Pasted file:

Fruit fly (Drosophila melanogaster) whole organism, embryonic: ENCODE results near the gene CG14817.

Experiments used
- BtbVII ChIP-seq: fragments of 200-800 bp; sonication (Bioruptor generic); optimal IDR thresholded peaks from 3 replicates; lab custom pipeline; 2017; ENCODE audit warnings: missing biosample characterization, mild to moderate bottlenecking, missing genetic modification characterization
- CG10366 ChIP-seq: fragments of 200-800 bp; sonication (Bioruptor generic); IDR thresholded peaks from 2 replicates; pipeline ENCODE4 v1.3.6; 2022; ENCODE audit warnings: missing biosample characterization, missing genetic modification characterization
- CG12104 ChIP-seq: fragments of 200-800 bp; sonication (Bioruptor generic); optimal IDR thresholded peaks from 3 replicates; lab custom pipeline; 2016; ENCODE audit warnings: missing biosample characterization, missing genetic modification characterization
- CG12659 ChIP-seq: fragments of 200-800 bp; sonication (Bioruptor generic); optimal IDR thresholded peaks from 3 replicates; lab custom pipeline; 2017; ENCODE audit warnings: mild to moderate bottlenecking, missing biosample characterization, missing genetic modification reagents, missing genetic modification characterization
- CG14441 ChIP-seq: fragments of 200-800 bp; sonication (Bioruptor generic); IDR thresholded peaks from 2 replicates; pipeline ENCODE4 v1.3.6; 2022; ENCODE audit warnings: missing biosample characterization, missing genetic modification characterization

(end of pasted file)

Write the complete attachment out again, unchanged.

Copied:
Fruit fly (Drosophila melanogaster) whole organism, embryonic: ENCODE results near the gene CG14817.

Experiments used
- BtbVII ChIP-seq: fragments of 200-800 bp; sonication (Bioruptor generic); optimal IDR thresholded peaks from 3 replicates; lab custom pipeline; 2017; ENCODE audit warnings: missing biosample characterization, mild to moderate bottlenecking, missing genetic modification characterization
- CG10366 ChIP-seq: fragments of 200-800 bp; sonication (Bioruptor generic); IDR thresholded peaks from 2 replicates; pipeline ENCODE4 v1.3.6; 2022; ENCODE audit warnings: missing biosample characterization, missing genetic modification characterization
- CG12104 ChIP-seq: fragments of 200-800 bp; sonication (Bioruptor generic); optimal IDR thresholded peaks from 3 replicates; lab custom pipeline; 2016; ENCODE audit warnings: missing biosample characterization, missing genetic modification characterization
- CG12659 ChIP-seq: fragments of 200-800 bp; sonication (Bioruptor generic); optimal IDR thresholded peaks from 3 replicates; lab custom pipeline; 2017; ENCODE audit warnings: mild to moderate bottlenecking, missing biosample characterization, missing genetic modification reagents, missing genetic modification characterization
- CG14441 ChIP-seq: fragments of 200-800 bp; sonication (Bioruptor generic); IDR thresholded peaks from 2 replicates; pipeline ENCODE4 v1.3.6; 2022; ENCODE audit warnings: missing biosample characterization, missing genetic modification characterization